"When states initiate large-scale removals without the appropriate protections, eligible voters could be kicked off the rolls and disenfranchised on Election Day," writes Jonathan Brater of NYU's Brennan Center for Justice. "Unfortunately, we have lots of examples of bad purges. Most notorious were those in Florida in 2000, when eligible voters were confused with ineligible individuals."

Pushing state voter purges has been a longtime priority for some within the Republican Party, Brater writes. After the 2000 Florida recount debacle and the subsequent need for the Supreme Court to pick a president, the Bush administration recognized the difference a handful of votes could make, and pushed state officials to scrutinize their voter rolls. The Bush Department of Justice even sued Missouri to force it to conduct a voter purge and lost. Many of the same people who played a role in that effort have now been given jobs with the Trump administration.

The upshot is that when some voters who have not cast a ballot in a while show up at the polls for their next election, they may find that they are no longer registered. Given that voter purges tend to affect poor and minority voters, and that Republicans are concerned about a groundswell of support for Democrats in coming elections, efforts to purge voter rolls would likely end up disenfranchising those who would vote against the president's agenda.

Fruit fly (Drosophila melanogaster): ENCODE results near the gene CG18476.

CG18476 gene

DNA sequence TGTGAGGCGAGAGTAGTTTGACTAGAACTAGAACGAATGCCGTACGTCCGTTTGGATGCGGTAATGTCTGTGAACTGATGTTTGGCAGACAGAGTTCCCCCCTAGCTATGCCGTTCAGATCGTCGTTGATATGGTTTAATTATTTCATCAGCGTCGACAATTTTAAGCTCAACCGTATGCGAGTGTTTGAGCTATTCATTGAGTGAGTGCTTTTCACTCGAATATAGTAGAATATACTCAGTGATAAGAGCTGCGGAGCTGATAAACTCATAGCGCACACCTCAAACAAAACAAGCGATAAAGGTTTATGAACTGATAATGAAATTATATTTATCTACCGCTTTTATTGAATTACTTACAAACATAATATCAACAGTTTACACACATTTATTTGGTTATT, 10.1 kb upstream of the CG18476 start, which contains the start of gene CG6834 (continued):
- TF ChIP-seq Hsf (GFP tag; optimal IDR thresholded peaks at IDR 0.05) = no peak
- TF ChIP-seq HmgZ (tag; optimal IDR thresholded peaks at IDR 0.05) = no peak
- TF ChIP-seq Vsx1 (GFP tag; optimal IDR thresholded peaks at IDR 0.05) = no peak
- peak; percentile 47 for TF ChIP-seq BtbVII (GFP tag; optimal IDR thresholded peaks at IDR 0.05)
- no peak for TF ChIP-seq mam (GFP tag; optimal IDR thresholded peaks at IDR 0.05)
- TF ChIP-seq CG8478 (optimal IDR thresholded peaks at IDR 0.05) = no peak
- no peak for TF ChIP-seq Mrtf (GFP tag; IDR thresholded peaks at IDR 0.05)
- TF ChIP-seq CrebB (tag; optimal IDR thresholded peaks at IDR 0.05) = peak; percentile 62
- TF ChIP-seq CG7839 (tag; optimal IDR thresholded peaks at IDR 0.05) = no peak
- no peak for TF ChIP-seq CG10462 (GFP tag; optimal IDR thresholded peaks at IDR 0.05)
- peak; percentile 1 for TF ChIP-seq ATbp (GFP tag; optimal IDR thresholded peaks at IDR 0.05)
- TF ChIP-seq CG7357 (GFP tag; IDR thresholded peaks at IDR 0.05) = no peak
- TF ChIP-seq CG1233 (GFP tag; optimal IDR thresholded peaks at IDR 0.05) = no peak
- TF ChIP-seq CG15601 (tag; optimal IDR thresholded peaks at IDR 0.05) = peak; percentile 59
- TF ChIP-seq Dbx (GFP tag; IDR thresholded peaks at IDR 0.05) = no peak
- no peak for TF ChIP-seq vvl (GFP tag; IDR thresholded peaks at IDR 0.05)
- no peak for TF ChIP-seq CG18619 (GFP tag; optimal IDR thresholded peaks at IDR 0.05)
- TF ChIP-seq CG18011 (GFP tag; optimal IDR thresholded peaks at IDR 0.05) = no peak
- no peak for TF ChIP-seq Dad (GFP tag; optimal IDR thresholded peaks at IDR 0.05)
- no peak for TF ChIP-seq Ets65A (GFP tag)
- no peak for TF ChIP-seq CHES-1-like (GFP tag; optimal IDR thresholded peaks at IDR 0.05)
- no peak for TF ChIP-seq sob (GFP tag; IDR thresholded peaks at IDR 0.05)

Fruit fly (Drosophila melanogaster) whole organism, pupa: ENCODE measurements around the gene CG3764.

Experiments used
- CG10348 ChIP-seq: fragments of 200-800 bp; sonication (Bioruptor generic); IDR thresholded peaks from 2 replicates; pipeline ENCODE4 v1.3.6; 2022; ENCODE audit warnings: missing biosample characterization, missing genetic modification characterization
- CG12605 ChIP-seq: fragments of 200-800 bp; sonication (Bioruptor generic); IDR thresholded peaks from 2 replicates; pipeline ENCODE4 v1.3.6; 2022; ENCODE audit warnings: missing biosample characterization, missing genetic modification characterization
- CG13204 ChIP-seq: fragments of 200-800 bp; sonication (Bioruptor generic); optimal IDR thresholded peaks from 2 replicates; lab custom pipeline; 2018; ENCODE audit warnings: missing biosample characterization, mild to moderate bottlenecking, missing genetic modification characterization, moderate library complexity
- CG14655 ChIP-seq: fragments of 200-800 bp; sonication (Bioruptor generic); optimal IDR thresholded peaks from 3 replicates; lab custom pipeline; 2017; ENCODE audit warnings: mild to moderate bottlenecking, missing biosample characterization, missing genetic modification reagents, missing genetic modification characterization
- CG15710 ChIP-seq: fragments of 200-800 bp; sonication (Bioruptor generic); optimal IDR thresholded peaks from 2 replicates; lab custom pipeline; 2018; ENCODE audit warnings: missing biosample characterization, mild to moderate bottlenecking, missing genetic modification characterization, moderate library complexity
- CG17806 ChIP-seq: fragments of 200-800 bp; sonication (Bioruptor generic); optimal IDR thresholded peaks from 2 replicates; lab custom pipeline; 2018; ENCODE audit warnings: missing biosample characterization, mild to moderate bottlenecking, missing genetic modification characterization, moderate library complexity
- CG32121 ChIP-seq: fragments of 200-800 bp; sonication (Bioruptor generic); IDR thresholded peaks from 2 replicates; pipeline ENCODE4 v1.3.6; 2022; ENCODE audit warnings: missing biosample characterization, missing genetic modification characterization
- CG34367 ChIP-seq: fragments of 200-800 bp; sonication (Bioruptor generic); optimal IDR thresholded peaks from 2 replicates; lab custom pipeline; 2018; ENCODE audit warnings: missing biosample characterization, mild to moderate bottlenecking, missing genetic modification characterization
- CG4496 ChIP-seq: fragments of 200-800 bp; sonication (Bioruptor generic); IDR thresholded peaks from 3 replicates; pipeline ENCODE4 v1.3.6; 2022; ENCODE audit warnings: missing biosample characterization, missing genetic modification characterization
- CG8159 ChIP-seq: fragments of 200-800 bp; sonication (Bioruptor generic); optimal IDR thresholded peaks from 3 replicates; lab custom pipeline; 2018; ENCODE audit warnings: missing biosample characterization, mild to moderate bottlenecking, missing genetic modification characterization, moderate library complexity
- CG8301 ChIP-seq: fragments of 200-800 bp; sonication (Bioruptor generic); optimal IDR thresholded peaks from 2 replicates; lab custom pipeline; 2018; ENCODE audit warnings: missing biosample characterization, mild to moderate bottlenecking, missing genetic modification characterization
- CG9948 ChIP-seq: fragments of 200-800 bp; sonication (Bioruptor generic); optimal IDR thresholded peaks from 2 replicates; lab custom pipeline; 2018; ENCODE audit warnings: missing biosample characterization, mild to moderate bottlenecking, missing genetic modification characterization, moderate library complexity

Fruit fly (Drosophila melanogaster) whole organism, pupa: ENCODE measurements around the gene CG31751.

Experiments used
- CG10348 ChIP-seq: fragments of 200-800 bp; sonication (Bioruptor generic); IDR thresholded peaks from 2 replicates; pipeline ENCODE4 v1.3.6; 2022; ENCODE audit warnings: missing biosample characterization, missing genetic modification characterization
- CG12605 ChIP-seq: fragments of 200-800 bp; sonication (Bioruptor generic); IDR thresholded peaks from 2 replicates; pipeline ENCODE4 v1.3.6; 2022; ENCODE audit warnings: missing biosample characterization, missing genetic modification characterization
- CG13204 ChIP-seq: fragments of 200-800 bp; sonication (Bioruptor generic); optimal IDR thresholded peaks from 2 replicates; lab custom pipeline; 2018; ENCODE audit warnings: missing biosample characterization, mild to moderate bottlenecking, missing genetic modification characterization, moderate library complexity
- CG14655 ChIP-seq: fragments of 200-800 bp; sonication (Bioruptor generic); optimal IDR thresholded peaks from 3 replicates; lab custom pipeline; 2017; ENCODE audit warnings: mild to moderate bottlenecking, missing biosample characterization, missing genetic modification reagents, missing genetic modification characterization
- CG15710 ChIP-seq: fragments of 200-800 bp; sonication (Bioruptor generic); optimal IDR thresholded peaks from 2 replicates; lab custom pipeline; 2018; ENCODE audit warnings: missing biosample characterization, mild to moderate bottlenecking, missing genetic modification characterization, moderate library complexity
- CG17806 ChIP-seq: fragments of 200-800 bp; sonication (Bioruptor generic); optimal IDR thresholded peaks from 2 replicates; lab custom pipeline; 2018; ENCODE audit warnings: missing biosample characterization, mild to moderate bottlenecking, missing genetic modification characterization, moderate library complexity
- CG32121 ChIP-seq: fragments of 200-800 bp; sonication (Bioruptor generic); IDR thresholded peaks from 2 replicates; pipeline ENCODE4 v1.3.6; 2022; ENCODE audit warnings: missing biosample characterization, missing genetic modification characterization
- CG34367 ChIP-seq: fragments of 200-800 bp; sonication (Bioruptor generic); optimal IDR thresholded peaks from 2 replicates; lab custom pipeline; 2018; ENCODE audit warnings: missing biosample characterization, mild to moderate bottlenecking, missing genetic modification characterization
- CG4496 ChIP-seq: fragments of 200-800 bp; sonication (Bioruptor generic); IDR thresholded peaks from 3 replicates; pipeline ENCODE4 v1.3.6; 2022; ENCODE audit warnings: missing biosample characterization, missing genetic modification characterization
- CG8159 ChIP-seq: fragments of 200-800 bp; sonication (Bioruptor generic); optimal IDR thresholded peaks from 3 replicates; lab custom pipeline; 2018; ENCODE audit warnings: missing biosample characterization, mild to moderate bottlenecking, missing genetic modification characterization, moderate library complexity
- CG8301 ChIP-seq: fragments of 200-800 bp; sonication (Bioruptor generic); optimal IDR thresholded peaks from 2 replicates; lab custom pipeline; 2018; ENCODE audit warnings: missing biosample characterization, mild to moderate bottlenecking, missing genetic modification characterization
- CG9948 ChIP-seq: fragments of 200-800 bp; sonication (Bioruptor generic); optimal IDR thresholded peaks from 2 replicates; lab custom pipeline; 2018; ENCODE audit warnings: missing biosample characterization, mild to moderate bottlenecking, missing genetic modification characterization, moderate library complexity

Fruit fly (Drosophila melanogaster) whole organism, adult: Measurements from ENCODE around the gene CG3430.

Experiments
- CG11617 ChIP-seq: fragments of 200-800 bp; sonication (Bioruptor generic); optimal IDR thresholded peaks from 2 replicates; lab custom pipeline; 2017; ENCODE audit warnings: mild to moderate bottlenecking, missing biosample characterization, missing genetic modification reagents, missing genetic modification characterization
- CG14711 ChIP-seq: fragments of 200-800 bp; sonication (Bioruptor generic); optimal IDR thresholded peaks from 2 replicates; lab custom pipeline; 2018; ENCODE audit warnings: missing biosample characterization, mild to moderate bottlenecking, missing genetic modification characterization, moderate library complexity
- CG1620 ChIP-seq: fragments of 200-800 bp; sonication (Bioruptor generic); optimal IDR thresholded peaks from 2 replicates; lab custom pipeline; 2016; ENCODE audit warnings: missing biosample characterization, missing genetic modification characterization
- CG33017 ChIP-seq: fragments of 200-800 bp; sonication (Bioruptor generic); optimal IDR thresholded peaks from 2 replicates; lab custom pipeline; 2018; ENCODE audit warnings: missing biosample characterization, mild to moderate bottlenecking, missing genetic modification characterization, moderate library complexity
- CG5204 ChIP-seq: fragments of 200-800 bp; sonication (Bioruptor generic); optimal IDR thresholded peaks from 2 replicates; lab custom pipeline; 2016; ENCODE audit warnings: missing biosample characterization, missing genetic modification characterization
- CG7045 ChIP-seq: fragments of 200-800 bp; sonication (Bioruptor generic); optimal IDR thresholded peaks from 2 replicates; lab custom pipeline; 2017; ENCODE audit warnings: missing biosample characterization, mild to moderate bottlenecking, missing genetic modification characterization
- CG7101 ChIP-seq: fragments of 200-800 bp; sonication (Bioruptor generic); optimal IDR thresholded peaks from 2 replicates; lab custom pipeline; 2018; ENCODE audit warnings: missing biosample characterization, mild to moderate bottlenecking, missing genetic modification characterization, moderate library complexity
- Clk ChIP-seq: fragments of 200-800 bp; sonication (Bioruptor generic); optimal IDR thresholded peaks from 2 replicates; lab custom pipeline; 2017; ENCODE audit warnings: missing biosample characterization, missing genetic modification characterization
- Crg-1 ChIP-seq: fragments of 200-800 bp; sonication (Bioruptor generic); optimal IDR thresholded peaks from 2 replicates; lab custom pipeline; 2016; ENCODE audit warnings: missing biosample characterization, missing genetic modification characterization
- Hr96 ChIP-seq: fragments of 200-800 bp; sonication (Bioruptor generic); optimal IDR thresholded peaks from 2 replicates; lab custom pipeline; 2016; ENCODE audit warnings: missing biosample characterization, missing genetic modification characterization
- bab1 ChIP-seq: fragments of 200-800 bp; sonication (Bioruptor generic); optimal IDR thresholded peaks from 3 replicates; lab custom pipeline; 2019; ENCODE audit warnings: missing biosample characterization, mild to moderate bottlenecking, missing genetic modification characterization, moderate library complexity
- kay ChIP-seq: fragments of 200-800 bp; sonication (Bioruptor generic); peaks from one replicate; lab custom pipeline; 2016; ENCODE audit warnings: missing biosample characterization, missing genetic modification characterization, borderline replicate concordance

Ultimately, Kobach and Sessions may be laying the groundwork for a repeal of the NVRA, writes election law expert Richard Hasen at Slate.

They will argue it is necessary to roll back the 1993 National Voter Registration Act (or "motor voter" law)--a law which folks like Kobach hate because among other things it requires states to offer voter registration at public service agencies. They'll want federal law to do what federal courts have so far forbidden Kobach to do: Require people to produce documentary proof of citizenship before registering to vote. In other words, show us your papers or you can't register.

The ongoing fight to vote